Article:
A heart-breaking setback

As late as Tuesday night, we looked forward to Wednesday as a banner day when we would move my 86-year-old and increasingly immobile mother from rehab into an assisted living facility as the next step in her recovery from a fall at home six weeks ago.

Then the phone rang before dawn Wednesday. Instead of calling for a nurse to help her get out of bed, mom tried to get up without assistance and fell for the fifth time in three weeks. An ambulance took her to the emergency room where doctors found she fractured her pelvis in the fall.  By the time I got to the hospital she was stable but scared.

Instead of the anticipated move into assisted living — a move she looked forward to with the most excitement we’ve seen in weeks — she now lies in a long-term care room in the nursing home section of the rehab center, where we hope bed rest can heal the crack in her aging, fragile pelvis.

She was groggy most of the day Wednesday and had trouble talking through the pain but the tears and look in her eyes spoke volumes about this latest setback in her struggle to recover from the ravages of immobility and age.

Doctors will evaluate her again next week and we will need to make new decisions about her future. She is in a lot of pain and the excitement that burned in her eyes just two days ago is gone.

When I left after my second visit Wednesday, I climbed on my motorcycle for the ride back to Floyd but the tears started and I sat on the bike and sobbed for several minutes. A nurse who has treated mom for the past six weeks was also leaving for the day and stopped, putting her arms around my shaking shoulders.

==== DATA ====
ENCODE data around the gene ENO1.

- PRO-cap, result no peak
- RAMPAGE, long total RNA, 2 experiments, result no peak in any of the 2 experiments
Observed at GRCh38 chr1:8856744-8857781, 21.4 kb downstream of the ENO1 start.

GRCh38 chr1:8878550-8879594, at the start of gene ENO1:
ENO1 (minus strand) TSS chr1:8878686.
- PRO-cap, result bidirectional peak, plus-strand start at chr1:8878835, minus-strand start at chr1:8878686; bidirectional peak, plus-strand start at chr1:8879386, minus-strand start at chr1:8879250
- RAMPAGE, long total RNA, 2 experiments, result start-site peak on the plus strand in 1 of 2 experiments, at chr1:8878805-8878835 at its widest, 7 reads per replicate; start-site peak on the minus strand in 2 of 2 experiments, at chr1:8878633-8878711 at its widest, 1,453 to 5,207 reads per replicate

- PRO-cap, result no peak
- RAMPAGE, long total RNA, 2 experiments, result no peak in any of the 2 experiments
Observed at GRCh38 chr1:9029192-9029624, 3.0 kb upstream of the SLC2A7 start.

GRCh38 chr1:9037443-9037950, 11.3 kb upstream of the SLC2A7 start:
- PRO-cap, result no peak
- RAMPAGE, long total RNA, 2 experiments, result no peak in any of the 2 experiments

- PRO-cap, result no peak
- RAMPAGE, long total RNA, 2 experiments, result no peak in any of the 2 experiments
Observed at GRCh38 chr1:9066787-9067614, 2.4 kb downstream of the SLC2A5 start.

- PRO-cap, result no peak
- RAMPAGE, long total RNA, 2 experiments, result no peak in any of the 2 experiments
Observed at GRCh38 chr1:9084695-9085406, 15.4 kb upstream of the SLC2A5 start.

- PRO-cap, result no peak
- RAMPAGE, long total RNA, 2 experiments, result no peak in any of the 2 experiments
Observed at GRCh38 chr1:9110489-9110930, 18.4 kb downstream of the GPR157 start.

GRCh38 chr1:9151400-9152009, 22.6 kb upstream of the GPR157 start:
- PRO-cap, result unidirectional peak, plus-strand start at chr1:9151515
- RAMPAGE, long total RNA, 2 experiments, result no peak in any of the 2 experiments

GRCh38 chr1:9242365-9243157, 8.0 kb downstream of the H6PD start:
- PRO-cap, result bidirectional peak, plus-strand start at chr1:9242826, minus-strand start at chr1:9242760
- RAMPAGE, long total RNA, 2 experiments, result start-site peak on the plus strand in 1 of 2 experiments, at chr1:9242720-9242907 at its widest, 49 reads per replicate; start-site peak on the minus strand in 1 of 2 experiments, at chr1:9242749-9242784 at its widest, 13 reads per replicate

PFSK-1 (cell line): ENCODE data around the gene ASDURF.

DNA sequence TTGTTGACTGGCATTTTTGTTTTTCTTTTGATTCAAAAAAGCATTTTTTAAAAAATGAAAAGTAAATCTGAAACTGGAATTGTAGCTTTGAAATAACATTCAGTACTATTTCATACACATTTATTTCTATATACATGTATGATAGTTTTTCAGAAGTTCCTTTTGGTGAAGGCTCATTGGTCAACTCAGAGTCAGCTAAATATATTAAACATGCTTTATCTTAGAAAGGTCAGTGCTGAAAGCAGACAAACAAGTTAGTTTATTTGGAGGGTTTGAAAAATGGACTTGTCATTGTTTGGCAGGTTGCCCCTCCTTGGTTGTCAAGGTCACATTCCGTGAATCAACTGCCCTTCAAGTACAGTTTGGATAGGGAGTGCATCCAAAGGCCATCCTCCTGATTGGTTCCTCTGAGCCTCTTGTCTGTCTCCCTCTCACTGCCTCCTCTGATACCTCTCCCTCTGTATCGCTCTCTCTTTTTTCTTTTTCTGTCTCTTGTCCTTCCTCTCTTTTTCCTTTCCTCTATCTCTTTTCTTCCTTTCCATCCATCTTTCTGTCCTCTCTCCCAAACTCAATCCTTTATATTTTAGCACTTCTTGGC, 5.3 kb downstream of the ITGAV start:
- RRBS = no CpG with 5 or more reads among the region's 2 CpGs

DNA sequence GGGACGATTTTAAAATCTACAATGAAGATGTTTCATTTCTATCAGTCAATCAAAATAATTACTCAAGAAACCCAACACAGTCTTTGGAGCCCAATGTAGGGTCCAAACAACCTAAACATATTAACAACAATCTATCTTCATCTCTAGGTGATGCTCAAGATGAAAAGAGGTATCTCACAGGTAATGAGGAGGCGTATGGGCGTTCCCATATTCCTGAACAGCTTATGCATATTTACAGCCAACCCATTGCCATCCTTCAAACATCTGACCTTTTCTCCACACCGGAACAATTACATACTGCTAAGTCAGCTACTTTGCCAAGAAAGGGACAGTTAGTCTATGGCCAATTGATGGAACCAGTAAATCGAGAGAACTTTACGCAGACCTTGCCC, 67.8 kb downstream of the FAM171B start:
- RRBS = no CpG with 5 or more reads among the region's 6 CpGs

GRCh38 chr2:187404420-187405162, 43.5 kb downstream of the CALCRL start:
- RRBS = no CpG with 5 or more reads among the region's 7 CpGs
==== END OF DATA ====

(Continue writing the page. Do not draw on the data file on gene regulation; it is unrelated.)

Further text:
“I’m so sorry,” she said softly.

The emotional roller coaster continues.

Deep down, I know how this ride must end. I’m just not sure when or how I will be able to handle that conclusion.

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6 thoughts on “A heart-breaking setback”

  1. All this is so familiar to our Mom’s last year. That darn streak of pride that makes them do things they shouldn’t. If you can, Doug, focus on your time with your Mom and how good it is that you can be there for her. These are precious moments.

  2. Since I spoke with you the other day, both of us have ridden the emotional roller coaster. My mother was sent to the hospital on Tuesday morning for pneumonia & dehydration. Both falls & illnesses are so much more serious for the elderly……………..I’ll keep you in my thoughts & wish both of you the best.

  3. You will be able to handle it when the time comes. It is part of the cycle of life. You are very fortunate to have had your Mom so long. I was only 31 when my Mother died. I felt that the world had turned upside down. How could the moon still shine? It took a year before I could say, “Mother died”, with out bursting into tears. I hope your Mother will not be allowed to suffer needlessly. Don’t allow the caregivers to with hold pain medication. You will live with a lifetime of memories.
    So very sorry,

    Mary W. Bushnell, RN

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